Indoor, Outdoor & Kids' Trampolines

Home exercises for pelvic floor tilt with hypermobility/EDS/POTS/MCAS [CC]

I am hypermobile and today I’m going to talk
about some kinds of physical therapy exercises I do that help with that. it’s taken me a really long time to find physical
therapy that actually helps because a lot of physical therapy and stretching and yoga
and all of those things is about working when you’re at the end of your movement and increasing
mobility. When you’re hypermobile, um, you don’t need
help with that stuff. You kind of need help with “How do I stand
when my joints don’t do the things that they’re supposed to do to support you?” “How do I move when the – my joints aren’t
doing the things to support me?” So I um – a lot of these also don’t look like
they’re a lot of work because it’s about working, sort of, in a static position. Because I find if I move too quickly in PT
progression from sort of static isometric exercises where you’re isolating a particular
muscle group to things where I’m moving that muscle group, then I get all excited and I
kind of want to show off what I’m doing or make sure I’m doing it right, make sure it
feels like I’m working, and then I just end up subluxing things or spraining them or injuring
them or myself. [Frame switches to view of abdomen and low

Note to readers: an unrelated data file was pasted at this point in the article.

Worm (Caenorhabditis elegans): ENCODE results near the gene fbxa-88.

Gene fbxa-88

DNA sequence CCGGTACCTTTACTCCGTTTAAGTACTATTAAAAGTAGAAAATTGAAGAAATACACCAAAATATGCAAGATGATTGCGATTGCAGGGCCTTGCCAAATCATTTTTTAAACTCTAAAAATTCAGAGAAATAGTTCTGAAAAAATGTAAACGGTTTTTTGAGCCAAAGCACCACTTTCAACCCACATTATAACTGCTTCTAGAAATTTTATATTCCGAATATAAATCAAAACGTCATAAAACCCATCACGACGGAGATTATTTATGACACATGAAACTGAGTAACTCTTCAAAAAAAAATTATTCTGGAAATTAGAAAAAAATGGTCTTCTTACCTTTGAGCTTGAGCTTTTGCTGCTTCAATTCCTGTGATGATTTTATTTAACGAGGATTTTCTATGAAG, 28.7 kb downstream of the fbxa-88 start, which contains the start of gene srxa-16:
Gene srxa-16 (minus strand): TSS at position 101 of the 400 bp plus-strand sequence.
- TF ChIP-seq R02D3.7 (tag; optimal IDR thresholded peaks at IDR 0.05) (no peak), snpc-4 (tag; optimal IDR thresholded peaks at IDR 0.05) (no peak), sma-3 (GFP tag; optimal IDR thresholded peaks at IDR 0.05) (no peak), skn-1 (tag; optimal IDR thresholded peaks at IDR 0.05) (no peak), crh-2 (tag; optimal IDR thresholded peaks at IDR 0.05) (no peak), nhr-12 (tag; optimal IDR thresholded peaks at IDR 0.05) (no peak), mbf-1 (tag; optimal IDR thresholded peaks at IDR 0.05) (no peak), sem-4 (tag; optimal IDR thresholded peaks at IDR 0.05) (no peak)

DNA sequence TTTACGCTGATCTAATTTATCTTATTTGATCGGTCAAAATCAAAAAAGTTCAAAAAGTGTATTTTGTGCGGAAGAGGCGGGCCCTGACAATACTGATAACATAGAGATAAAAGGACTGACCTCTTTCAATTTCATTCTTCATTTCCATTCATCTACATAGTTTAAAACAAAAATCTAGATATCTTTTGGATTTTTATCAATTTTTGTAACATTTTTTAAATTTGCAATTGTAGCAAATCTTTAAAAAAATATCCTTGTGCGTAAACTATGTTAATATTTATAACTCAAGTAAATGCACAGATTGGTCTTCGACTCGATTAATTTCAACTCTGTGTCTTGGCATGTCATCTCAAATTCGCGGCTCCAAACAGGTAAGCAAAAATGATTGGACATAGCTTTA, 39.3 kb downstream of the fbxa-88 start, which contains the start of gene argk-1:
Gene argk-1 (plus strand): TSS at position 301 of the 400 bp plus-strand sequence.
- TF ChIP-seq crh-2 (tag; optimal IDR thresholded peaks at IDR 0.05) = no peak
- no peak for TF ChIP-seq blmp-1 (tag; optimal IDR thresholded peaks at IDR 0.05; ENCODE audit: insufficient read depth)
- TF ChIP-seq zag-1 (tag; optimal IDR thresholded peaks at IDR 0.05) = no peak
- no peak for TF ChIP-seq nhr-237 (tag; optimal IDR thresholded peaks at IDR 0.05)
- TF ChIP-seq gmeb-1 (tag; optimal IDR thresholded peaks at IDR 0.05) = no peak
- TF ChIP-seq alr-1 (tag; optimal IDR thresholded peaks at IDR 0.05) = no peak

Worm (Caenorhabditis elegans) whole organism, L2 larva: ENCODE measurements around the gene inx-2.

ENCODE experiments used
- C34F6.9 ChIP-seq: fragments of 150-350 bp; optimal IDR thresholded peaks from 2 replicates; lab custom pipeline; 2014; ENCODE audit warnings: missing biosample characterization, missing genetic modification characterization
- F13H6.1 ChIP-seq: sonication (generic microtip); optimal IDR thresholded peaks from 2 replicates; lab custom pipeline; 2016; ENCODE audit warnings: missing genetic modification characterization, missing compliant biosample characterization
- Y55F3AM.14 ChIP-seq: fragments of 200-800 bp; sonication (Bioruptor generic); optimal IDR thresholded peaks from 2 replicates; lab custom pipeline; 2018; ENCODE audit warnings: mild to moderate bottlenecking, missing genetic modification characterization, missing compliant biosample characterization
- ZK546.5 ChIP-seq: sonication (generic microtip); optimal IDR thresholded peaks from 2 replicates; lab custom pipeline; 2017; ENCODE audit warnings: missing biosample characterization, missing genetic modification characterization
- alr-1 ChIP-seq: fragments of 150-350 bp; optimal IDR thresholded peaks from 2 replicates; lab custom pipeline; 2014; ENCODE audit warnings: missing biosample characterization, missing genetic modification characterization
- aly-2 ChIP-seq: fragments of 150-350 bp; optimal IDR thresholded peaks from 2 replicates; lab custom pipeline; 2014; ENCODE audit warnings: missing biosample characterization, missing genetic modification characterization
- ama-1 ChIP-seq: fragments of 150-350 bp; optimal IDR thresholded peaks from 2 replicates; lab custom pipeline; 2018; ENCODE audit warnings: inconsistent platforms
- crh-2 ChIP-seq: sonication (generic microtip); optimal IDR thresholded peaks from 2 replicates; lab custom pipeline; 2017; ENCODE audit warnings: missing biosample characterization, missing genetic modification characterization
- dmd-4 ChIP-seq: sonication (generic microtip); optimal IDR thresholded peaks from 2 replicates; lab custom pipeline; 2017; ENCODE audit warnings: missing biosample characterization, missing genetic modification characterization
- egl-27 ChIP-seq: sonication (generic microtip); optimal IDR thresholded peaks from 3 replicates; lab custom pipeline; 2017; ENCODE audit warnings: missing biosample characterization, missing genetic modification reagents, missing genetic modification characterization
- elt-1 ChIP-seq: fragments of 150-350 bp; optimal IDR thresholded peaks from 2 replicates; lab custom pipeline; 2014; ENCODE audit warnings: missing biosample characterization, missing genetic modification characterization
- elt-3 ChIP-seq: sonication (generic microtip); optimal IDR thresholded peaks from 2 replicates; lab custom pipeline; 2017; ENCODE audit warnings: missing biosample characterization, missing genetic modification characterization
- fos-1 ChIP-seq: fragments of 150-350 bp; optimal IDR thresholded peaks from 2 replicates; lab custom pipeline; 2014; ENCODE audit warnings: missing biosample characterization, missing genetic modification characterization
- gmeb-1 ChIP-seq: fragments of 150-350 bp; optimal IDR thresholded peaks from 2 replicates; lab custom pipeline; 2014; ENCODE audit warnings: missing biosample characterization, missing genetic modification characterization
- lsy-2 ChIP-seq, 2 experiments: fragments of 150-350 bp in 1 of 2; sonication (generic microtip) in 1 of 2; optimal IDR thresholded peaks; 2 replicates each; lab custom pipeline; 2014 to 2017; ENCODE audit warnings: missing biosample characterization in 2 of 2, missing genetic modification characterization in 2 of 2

back] OK so what we’re going to do or I’m going to do today are some exercise that are
for lumbar hyperlordosis. [gestures to low back] That’s this extra curvature
in my lower spine, it’s mirrored here. A lot of these issues with hypermobility are
mirrored, because muscle groups come in pairs. So if this muscle group is hurting [gestures
to low back], then this muscle group is the one you want to activate [gestures to abdomen]. But sometimes they’re tensed up because of
a lot of pain, so sometimes you need to do work with, like, body workers or dry needling
or different therapies to help relieve the pain, you know, so that you can actually do
the PT. So, the way that this works is I talk through
what I do. First off, I get my feet in a kind of comfortable
position. It’s going to sound a lot like mountain pose
in yoga, I’m sorry about that. It kind of is. Um, because a big part of this is your feet. This is where is, you know, if you have hypermobile
feet it just transfers up the kinetic chain. So a big thing I notice sometimes, when I’m
doing this, is I’m not actually weighted evenly on my feet. Like I can feel my body more on my heels than
the rest of me. Which I think is why I have ankle issues,
at least partly. Um. So part of what I do first is I try to sort